My desire to simplify and organize my life in better ways didn’t come to me in an ‘AHA’ moment or as an inspiration. Rather, it came in as a feeling of necessity from being an overwhelmed mom trying to hold on to my sanity.
My kids are well, kids. They get into stuff, scatter them around, create messes and live life gloriously. While one part of me is glad they are curious kids brimming with energy and creativity, the other part resents the endless cleaning and picking up.
I realized all the stuff and disorganized clutter was draining me and kept me at the edge of my temper at all times.
More stuff meant more responsibility, more picking up, more cleaning – more of everything I didn’t want to do.
It’s the organising, I thought. If everything was put into boxes, easy to put away – there will be less to pick up. If I have a nice schedule to do the laundry, I wouldn’t be overwhelmed by it.
So, I set out to organize, schedule my cleaning, laundry, and life. Surprisingly (or not) this overwhelmed me more. Too many lists to keep track of. And on top of that life happens.If life was unpredictable, throw a few kids in and it becomes a drunkard on roller skates.
Back to square one, I realized organizing and scheduling alone will not make my problems better , because I had way too much stuff to organize and schedule. The answer then must be to own a bit less.
I put my theory into test. I started with the kitchen. I cook everyday. So that must mean I need a lot of utensils – right? Not really. I was using the same ones almost everyday. The ones which were the most comfortable to use.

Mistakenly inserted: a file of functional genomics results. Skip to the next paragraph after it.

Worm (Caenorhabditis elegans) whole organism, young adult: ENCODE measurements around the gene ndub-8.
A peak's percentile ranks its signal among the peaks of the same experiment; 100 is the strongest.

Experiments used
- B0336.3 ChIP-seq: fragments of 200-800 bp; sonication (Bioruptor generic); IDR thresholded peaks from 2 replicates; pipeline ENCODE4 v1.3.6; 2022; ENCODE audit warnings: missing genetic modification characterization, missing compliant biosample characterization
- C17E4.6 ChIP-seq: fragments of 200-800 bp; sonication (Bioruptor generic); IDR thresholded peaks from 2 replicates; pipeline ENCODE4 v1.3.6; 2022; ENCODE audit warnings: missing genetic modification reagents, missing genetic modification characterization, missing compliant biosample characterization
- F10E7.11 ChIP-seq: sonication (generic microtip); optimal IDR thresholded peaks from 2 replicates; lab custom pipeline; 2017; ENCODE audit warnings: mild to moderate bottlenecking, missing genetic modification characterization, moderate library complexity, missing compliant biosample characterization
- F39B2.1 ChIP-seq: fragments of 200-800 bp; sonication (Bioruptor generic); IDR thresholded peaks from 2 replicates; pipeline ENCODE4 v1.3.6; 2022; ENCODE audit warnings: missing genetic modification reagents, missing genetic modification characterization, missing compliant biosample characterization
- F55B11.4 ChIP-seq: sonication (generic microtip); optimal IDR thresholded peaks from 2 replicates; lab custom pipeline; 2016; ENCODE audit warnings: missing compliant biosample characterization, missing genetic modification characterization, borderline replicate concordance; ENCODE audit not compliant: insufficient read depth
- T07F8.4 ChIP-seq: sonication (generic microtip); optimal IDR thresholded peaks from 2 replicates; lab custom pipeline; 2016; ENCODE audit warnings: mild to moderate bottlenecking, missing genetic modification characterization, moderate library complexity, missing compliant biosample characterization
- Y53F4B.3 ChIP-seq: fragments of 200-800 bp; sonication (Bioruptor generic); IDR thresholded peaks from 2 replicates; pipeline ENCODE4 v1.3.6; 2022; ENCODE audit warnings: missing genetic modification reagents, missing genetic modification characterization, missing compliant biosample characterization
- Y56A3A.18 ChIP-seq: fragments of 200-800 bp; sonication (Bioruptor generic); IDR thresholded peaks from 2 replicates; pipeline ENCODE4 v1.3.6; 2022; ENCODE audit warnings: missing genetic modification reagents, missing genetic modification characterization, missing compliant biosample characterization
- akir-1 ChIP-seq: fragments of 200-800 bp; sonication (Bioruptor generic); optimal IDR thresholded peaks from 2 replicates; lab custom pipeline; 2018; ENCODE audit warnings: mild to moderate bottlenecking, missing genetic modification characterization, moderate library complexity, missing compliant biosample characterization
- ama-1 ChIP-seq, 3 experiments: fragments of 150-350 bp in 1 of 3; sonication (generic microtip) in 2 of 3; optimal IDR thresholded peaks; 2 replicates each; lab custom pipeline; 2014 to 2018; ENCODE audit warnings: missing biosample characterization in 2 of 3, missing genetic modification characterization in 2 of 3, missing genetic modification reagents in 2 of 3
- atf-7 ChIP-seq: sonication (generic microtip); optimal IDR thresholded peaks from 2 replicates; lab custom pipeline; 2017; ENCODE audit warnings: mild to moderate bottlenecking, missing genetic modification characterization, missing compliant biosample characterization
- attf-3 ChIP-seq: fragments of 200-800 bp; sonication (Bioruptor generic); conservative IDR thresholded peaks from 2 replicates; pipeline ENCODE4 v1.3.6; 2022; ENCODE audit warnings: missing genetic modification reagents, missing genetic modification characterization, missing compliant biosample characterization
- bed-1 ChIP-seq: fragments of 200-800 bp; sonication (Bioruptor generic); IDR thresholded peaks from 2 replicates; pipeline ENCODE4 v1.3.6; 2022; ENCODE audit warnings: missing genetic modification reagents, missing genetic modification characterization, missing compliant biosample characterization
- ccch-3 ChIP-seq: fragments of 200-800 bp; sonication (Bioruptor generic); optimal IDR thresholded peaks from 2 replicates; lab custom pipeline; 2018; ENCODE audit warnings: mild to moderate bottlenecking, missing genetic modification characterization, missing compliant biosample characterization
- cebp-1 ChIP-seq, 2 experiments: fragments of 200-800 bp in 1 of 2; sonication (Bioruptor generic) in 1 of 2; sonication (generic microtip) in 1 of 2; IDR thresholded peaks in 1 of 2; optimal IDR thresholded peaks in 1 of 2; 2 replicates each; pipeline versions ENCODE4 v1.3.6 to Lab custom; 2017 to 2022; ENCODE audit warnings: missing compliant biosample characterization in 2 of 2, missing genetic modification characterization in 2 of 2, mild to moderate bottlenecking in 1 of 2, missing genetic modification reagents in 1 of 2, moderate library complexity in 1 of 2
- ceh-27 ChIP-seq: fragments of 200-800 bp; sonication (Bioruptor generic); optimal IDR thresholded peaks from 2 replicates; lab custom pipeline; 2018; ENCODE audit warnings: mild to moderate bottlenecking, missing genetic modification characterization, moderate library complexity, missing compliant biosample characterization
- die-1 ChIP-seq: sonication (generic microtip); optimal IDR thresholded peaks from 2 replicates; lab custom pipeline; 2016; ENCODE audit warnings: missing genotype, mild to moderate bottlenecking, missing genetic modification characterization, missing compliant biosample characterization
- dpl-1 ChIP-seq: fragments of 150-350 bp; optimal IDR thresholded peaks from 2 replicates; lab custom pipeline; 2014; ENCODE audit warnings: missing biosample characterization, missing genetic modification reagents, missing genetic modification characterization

And the rest were pushed all the way to the back of the closet, taking up valuable space – physically and mentally.
I gave away the stuff I never used and instantly felt better. No more guilt, every time I saw it and decided not to use it. That encouraged me to give away more stuff and my kitchen became clutter free and easy to put away. Everything has a place and things have continued to be organised, even years later.
These are the lessons I have learnt from years of owning too much. I still haven’t reached a point where I own only things I need or love, but I am way ahead from where I started.
1) The more there is, the less care it gets.
This is true for everything me or the kids had more of. Too many toys? No toy got care or attention. When something broke, it was just ignored. My dress with a tear would just be scrunched up into a corner. Nothing was dear or precious enough to be taken care of.
With fewer things, I feel I take care of them better, because those things that I have, are my favorites – things I love and things that made me feel good.
2) We need a lot less than we think.
I didn’t need ten different knives or five different white blouses or ten sets of bed sheets. The more I looked at things mindfully to analyse, if I really needed them, the more I realized I didn’t need much or at least not as much as I owned.
3) Buy one give up one is the best advise.
Early into my organising days, I came across this advice over and over again. And I did try it occasionally. But it didn’t make a difference. Because at that point I already owned too much, for it to make a real difference.
Now I have a set amount of space for everything. I have a box with all my blouses. So, any new blouses I get has to go into them. For that I have to give up one. Makes a lot more sense now, and it is the best advice I got, to keep a mindful eye on the things I own.